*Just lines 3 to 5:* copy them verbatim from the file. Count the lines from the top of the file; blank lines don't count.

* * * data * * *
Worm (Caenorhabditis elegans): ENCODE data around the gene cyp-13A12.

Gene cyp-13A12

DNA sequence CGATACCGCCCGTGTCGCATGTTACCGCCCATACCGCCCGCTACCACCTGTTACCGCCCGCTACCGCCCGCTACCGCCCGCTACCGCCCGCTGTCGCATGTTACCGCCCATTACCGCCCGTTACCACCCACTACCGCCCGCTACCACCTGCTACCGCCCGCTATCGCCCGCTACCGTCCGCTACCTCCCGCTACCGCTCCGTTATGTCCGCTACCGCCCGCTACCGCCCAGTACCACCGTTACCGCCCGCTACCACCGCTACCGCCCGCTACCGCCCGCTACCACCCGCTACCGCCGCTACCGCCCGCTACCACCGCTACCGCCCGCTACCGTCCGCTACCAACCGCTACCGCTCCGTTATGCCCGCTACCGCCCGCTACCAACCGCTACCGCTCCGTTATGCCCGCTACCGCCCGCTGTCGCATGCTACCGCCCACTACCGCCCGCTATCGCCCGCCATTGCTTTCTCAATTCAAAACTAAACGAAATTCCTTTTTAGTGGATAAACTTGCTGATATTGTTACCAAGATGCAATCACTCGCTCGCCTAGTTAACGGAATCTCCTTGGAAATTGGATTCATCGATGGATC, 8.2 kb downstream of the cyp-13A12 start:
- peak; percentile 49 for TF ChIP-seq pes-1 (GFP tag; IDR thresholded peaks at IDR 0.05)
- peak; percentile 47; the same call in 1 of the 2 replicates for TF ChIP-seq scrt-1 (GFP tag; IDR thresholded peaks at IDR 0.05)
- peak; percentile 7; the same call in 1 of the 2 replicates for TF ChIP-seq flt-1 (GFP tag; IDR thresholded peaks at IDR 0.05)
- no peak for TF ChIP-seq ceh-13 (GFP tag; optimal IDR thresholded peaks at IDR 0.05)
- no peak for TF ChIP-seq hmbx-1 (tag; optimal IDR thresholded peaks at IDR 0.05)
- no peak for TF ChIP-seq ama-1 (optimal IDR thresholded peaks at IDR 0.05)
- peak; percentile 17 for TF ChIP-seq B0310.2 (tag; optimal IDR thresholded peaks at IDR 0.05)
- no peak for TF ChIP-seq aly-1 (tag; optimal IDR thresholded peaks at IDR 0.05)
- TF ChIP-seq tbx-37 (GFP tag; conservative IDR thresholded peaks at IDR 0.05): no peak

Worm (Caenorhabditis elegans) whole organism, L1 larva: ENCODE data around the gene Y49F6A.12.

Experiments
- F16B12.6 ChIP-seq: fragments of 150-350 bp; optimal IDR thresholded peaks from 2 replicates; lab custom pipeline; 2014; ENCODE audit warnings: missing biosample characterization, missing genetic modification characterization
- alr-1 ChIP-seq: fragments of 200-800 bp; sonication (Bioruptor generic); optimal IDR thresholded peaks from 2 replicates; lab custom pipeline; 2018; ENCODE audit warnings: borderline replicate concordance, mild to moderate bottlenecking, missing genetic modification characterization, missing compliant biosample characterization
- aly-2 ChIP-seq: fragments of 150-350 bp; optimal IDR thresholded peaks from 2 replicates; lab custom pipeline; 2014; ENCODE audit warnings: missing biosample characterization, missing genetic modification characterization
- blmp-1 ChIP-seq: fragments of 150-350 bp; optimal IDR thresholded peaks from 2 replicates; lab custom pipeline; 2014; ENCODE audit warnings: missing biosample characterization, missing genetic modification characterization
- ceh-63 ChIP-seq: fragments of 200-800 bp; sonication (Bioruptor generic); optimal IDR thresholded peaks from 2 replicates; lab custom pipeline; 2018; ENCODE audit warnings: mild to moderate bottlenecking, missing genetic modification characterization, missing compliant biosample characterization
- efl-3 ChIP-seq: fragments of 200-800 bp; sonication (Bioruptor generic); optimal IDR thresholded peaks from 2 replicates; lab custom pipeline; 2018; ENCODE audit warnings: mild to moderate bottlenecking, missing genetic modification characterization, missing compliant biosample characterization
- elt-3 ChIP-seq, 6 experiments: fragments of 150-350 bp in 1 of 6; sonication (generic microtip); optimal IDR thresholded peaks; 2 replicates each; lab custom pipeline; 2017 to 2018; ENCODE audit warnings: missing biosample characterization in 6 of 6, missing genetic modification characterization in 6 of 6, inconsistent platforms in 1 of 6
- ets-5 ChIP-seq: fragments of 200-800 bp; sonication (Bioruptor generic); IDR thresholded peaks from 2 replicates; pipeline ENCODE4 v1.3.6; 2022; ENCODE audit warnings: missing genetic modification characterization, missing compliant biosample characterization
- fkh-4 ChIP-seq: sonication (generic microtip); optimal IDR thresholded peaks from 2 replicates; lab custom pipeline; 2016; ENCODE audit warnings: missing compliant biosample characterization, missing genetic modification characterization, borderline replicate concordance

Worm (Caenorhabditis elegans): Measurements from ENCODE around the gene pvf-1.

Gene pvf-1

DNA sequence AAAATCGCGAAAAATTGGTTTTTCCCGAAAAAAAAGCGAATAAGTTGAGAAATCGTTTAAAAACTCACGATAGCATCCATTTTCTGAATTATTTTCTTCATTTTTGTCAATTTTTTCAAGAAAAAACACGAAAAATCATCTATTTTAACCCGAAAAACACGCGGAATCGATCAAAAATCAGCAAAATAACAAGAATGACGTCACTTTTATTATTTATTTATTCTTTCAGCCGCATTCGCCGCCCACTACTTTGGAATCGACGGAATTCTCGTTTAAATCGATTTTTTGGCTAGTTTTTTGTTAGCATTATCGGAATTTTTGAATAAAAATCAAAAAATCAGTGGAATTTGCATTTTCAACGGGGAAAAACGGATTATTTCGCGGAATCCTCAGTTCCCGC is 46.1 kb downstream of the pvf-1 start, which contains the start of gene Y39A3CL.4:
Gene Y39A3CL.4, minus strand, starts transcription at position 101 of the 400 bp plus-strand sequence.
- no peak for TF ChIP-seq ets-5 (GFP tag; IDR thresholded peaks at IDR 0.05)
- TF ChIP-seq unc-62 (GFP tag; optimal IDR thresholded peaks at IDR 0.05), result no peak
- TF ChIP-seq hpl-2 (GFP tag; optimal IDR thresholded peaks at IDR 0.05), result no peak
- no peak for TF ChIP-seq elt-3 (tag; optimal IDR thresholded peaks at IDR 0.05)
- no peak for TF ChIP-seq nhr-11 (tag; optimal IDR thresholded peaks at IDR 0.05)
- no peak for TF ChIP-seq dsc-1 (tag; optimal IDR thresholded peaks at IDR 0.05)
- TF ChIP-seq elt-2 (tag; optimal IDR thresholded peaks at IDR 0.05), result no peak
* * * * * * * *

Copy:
DNA sequence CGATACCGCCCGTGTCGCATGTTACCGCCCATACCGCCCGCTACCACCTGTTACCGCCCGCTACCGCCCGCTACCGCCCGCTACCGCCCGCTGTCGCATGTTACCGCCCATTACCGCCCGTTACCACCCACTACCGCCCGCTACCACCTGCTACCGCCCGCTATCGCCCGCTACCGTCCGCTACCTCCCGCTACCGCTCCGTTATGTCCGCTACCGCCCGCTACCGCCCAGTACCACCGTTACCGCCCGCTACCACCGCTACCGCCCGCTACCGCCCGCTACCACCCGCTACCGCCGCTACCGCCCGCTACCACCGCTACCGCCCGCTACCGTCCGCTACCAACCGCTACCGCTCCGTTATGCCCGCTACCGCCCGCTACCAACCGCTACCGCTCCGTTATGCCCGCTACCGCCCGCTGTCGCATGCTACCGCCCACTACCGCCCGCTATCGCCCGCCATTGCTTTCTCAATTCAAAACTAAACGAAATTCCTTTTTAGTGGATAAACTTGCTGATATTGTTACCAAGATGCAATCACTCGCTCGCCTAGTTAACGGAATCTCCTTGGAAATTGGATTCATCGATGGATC, 8.2 kb downstream of the cyp-13A12 start:
- peak; percentile 49 for TF ChIP-seq pes-1 (GFP tag; IDR thresholded peaks at IDR 0.05)
- peak; percentile 47; the same call in 1 of the 2 replicates for TF ChIP-seq scrt-1 (GFP tag; IDR thresholded peaks at IDR 0.05)